Apprenticeship number falls – BPP’s views

Over the past few weeks there has been some increased concern around the Apprenticeship Levy and the various challenges employers are facing. One area in particular is the decrease in apprenticeship starts. The Times article recently released the following article ‘Apprenticeship Levy drives down apprenticeships by almost two thirds . There were 61% fewer apprenticeships between May and July compared with the same period as last year.

James Hammill, Executive Director of BPP Professional Apprenticeships responds back to this and states

“The levy has been a huge transformational change in the market, therefore to expect no disruption to the number of starts underplays the significance of this. That said It is right to raise concerns about the volumes of people starting apprenticeships and the potential drop in 16-18 year olds starting a programme, but let’s not over react. From our understanding of the market those levy paying employers who have registered with the ESFA are taking their apprenticeship plans very seriously. They are developing their strategies and educating their businesses about how apprenticeship programmes can be aligned to their business objectives and long term workforce planning. This without doubt all takes time and we can’t expect employers to immediately mobilise hundreds of new starts so soon into this levy introduction.

By giving employers time to evaluate their approach this should lead to far better quality of programmes and opportunities for people. Employers will only introduce something if it is right for the business and this should be seen as a positive. Historically, a lot of apprenticeship starts are the result of providers telling employers they can access funding and provide apprenticeship courses for ‘free’, with the employer not taking an active role in the development and implementation/roll out of the programme. This relationship is now completely reversed. The training provider no longer has the ‘free funding’ card and the employer will only seek out a provider if the programme is right for them first and foremost.”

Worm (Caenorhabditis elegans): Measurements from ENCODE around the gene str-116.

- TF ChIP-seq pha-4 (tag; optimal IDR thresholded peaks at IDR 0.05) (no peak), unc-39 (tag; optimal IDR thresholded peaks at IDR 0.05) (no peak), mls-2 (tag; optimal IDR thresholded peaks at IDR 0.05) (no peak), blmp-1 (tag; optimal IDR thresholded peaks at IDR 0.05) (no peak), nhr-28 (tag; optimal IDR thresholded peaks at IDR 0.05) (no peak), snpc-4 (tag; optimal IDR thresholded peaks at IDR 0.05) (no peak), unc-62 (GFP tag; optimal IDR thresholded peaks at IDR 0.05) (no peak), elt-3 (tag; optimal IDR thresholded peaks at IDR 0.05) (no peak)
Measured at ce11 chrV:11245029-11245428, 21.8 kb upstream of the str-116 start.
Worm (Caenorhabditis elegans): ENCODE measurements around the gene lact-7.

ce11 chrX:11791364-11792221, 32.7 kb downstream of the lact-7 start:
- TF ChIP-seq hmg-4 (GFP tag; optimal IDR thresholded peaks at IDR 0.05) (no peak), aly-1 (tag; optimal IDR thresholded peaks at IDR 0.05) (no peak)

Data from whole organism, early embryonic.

BPP’s view is that employers are thinking strategically and will bring in a blend of programmes for young school leavers as well as development opportunities for existing employees. Yes, a lot of employers are behind the curve but this is the case with any transformational change. It is the role of us all including government, providers and experienced apprenticeship employers to educate the market in how to design and deliver programmes that add value to business and the apprentice.

James Hammill, Executive Director of BPP Professional Apprenticeships.